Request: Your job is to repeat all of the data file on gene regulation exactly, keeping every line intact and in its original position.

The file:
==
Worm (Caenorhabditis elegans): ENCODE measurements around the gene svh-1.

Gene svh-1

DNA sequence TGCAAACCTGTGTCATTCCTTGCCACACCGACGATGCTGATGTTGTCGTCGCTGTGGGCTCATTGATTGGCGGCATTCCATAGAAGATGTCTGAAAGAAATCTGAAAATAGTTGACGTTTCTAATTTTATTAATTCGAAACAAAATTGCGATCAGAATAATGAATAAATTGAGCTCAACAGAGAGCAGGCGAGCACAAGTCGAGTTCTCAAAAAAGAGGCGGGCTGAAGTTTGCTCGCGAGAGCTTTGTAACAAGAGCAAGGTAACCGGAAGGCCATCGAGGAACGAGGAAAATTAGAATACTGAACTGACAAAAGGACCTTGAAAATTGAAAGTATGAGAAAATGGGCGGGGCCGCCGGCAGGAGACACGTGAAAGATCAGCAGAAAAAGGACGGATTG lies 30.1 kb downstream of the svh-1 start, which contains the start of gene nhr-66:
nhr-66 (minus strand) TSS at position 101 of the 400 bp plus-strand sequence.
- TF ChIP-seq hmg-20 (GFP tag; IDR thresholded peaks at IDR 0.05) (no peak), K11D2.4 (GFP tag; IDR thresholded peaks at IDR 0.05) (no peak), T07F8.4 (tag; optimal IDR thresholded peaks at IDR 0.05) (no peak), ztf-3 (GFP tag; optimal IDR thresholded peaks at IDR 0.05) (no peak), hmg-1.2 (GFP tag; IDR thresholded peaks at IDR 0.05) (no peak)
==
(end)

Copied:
Worm (Caenorhabditis elegans): ENCODE measurements around the gene svh-1.

Gene svh-1

DNA sequence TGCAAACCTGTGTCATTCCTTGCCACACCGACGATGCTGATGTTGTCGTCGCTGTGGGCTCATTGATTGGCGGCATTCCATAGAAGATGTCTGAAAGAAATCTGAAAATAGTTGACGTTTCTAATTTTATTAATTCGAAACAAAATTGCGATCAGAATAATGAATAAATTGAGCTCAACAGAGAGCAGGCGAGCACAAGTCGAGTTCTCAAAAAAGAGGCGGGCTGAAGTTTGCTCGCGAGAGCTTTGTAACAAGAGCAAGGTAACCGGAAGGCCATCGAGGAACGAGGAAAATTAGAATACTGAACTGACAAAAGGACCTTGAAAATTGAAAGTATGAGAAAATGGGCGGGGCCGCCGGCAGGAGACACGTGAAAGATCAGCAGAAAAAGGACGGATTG lies 30.1 kb downstream of the svh-1 start, which contains the start of gene nhr-66:
nhr-66 (minus strand) TSS at position 101 of the 400 bp plus-strand sequence.
- TF ChIP-seq hmg-20 (GFP tag; IDR thresholded peaks at IDR 0.05) (no peak), K11D2.4 (GFP tag; IDR thresholded peaks at IDR 0.05) (no peak), T07F8.4 (tag; optimal IDR thresholded peaks at IDR 0.05) (no peak), ztf-3 (GFP tag; optimal IDR thresholded peaks at IDR 0.05) (no peak), hmg-1.2 (GFP tag; IDR thresholded peaks at IDR 0.05) (no peak)